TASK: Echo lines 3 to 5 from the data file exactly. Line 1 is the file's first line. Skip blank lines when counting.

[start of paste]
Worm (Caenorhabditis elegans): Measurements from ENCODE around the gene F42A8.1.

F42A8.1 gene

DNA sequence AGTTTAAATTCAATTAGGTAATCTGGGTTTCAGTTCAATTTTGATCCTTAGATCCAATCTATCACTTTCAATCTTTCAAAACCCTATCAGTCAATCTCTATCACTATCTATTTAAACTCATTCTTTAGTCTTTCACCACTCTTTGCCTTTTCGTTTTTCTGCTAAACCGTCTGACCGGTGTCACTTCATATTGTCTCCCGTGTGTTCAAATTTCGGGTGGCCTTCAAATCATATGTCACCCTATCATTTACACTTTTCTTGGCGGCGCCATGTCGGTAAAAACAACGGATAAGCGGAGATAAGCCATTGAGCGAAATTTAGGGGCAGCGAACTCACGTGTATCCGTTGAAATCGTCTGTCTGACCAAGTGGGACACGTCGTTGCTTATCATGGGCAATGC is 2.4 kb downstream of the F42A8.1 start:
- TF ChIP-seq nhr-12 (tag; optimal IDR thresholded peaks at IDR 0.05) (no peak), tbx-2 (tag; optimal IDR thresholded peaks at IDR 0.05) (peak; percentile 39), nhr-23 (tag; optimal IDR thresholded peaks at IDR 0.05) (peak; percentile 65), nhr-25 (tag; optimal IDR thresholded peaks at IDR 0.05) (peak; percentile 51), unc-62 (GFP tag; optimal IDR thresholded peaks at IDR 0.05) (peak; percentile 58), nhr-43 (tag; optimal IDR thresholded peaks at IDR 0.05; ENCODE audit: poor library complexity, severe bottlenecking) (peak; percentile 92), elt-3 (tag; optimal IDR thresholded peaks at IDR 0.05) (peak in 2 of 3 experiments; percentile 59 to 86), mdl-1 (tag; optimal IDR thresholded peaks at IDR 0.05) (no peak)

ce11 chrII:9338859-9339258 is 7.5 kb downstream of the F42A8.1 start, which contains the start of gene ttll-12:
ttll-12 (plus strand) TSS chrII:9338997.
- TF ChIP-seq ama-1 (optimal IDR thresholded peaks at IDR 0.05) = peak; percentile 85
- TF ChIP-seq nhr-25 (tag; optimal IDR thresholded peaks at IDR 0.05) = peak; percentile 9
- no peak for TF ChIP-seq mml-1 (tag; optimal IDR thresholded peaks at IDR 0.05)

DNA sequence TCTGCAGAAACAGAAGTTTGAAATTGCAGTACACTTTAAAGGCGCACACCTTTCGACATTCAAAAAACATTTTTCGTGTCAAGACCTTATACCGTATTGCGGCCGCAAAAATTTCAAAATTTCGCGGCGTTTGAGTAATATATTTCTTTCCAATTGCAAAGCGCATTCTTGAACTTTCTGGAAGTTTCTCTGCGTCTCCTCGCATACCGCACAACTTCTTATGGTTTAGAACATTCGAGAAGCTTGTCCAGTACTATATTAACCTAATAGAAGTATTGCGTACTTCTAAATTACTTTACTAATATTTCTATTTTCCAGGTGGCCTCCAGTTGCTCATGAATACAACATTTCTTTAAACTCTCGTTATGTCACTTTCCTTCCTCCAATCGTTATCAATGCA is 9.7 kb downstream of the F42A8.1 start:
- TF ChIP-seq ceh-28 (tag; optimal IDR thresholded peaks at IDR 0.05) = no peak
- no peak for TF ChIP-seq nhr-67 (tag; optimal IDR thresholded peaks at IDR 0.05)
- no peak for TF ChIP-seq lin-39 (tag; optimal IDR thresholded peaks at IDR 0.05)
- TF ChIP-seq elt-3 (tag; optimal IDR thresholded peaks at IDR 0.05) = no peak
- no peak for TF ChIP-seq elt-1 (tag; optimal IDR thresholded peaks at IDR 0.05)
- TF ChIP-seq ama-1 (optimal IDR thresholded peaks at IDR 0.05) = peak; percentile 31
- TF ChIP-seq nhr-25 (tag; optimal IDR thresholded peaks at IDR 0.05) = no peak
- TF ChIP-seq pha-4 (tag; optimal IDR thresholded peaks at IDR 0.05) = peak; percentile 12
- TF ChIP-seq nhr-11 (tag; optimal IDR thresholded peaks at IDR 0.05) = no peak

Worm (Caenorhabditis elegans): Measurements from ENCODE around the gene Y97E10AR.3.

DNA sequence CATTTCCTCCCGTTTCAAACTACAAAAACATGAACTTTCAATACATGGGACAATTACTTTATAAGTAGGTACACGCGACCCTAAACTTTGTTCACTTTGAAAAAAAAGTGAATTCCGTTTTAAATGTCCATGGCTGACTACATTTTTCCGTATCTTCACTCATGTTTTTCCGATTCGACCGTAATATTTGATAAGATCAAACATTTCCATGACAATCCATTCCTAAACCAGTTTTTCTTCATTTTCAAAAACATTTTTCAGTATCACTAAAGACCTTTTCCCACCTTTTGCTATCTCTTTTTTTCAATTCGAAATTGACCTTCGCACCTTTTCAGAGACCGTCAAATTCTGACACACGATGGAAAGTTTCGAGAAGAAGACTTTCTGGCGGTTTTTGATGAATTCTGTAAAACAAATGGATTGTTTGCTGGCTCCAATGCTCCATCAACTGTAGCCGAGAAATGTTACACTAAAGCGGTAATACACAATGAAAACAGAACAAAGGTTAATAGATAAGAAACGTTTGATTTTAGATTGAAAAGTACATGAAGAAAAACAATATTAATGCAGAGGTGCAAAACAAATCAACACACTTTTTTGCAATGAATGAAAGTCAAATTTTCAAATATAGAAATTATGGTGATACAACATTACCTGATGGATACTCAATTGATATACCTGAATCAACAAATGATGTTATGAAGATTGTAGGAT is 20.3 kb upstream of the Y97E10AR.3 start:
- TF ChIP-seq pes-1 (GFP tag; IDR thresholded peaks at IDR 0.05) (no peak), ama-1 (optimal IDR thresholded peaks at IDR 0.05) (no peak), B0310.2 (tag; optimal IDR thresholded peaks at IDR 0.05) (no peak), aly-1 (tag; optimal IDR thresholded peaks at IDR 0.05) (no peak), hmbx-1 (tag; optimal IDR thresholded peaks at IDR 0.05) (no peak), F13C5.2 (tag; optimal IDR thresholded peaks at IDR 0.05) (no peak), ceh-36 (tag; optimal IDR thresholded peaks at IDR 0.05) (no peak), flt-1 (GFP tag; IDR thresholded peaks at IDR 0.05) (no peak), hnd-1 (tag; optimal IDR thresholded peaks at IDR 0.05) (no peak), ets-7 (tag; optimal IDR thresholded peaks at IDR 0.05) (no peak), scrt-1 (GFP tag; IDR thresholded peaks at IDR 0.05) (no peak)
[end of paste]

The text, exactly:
DNA sequence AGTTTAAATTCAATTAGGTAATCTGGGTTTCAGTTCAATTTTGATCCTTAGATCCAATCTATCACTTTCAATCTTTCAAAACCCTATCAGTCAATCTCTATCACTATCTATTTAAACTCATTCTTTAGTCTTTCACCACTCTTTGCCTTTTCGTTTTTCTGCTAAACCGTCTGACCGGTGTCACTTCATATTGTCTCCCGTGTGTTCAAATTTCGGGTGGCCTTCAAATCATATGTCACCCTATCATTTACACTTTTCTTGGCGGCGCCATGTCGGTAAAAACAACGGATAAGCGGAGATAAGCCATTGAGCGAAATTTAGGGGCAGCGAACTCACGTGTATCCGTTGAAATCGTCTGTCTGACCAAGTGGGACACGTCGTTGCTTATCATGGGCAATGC is 2.4 kb downstream of the F42A8.1 start:
- TF ChIP-seq nhr-12 (tag; optimal IDR thresholded peaks at IDR 0.05) (no peak), tbx-2 (tag; optimal IDR thresholded peaks at IDR 0.05) (peak; percentile 39), nhr-23 (tag; optimal IDR thresholded peaks at IDR 0.05) (peak; percentile 65), nhr-25 (tag; optimal IDR thresholded peaks at IDR 0.05) (peak; percentile 51), unc-62 (GFP tag; optimal IDR thresholded peaks at IDR 0.05) (peak; percentile 58), nhr-43 (tag; optimal IDR thresholded peaks at IDR 0.05; ENCODE audit: poor library complexity, severe bottlenecking) (peak; percentile 92), elt-3 (tag; optimal IDR thresholded peaks at IDR 0.05) (peak in 2 of 3 experiments; percentile 59 to 86), mdl-1 (tag; optimal IDR thresholded peaks at IDR 0.05) (no peak)

ce11 chrII:9338859-9339258 is 7.5 kb downstream of the F42A8.1 start, which contains the start of gene ttll-12: